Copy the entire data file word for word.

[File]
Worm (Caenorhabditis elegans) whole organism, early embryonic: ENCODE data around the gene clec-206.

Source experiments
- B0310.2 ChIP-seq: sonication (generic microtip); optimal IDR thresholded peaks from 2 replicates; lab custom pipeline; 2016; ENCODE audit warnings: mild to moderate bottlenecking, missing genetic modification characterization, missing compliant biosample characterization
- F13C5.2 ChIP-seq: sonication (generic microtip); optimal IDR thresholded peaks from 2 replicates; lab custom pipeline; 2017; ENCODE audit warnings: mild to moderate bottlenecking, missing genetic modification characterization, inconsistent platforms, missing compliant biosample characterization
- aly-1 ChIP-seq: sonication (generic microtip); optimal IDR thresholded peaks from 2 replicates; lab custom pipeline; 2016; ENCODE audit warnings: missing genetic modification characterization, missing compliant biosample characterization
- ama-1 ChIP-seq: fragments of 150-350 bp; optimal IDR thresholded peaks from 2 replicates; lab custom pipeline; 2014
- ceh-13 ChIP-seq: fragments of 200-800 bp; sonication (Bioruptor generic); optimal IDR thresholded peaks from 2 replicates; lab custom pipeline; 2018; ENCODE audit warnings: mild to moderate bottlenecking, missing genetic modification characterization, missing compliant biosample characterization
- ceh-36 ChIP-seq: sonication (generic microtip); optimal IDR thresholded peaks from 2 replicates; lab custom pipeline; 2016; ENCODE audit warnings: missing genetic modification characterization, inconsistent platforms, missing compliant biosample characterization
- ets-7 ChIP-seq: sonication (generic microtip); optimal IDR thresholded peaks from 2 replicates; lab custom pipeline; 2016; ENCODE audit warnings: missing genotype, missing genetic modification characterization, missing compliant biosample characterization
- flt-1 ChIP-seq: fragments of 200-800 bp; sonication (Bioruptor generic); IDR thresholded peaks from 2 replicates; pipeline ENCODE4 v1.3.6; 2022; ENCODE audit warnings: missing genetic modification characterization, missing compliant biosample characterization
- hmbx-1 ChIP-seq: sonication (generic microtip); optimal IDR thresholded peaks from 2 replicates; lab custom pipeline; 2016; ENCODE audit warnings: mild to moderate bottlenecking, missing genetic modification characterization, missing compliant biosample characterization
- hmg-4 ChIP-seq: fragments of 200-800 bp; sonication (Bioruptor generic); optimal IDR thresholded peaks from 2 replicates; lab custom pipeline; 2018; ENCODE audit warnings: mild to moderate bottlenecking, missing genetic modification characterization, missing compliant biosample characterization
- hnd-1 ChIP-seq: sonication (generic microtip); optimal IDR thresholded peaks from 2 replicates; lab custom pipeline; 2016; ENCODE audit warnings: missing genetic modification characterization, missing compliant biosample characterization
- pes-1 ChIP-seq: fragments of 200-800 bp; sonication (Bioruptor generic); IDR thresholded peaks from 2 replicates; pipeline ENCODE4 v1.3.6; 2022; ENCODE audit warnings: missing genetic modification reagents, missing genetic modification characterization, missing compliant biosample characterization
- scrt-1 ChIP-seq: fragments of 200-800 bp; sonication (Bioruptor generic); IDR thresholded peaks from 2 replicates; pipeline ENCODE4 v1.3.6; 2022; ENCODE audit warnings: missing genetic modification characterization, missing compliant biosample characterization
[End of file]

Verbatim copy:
Worm (Caenorhabditis elegans) whole organism, early embryonic: ENCODE data around the gene clec-206.

Source experiments
- B0310.2 ChIP-seq: sonication (generic microtip); optimal IDR thresholded peaks from 2 replicates; lab custom pipeline; 2016; ENCODE audit warnings: mild to moderate bottlenecking, missing genetic modification characterization, missing compliant biosample characterization
- F13C5.2 ChIP-seq: sonication (generic microtip); optimal IDR thresholded peaks from 2 replicates; lab custom pipeline; 2017; ENCODE audit warnings: mild to moderate bottlenecking, missing genetic modification characterization, inconsistent platforms, missing compliant biosample characterization
- aly-1 ChIP-seq: sonication (generic microtip); optimal IDR thresholded peaks from 2 replicates; lab custom pipeline; 2016; ENCODE audit warnings: missing genetic modification characterization, missing compliant biosample characterization
- ama-1 ChIP-seq: fragments of 150-350 bp; optimal IDR thresholded peaks from 2 replicates; lab custom pipeline; 2014
- ceh-13 ChIP-seq: fragments of 200-800 bp; sonication (Bioruptor generic); optimal IDR thresholded peaks from 2 replicates; lab custom pipeline; 2018; ENCODE audit warnings: mild to moderate bottlenecking, missing genetic modification characterization, missing compliant biosample characterization
- ceh-36 ChIP-seq: sonication (generic microtip); optimal IDR thresholded peaks from 2 replicates; lab custom pipeline; 2016; ENCODE audit warnings: missing genetic modification characterization, inconsistent platforms, missing compliant biosample characterization
- ets-7 ChIP-seq: sonication (generic microtip); optimal IDR thresholded peaks from 2 replicates; lab custom pipeline; 2016; ENCODE audit warnings: missing genotype, missing genetic modification characterization, missing compliant biosample characterization
- flt-1 ChIP-seq: fragments of 200-800 bp; sonication (Bioruptor generic); IDR thresholded peaks from 2 replicates; pipeline ENCODE4 v1.3.6; 2022; ENCODE audit warnings: missing genetic modification characterization, missing compliant biosample characterization
- hmbx-1 ChIP-seq: sonication (generic microtip); optimal IDR thresholded peaks from 2 replicates; lab custom pipeline; 2016; ENCODE audit warnings: mild to moderate bottlenecking, missing genetic modification characterization, missing compliant biosample characterization
- hmg-4 ChIP-seq: fragments of 200-800 bp; sonication (Bioruptor generic); optimal IDR thresholded peaks from 2 replicates; lab custom pipeline; 2018; ENCODE audit warnings: mild to moderate bottlenecking, missing genetic modification characterization, missing compliant biosample characterization
- hnd-1 ChIP-seq: sonication (generic microtip); optimal IDR thresholded peaks from 2 replicates; lab custom pipeline; 2016; ENCODE audit warnings: missing genetic modification characterization, missing compliant biosample characterization
- pes-1 ChIP-seq: fragments of 200-800 bp; sonication (Bioruptor generic); IDR thresholded peaks from 2 replicates; pipeline ENCODE4 v1.3.6; 2022; ENCODE audit warnings: missing genetic modification reagents, missing genetic modification characterization, missing compliant biosample characterization
- scrt-1 ChIP-seq: fragments of 200-800 bp; sonication (Bioruptor generic); IDR thresholded peaks from 2 replicates; pipeline ENCODE4 v1.3.6; 2022; ENCODE audit warnings: missing genetic modification characterization, missing compliant biosample characterization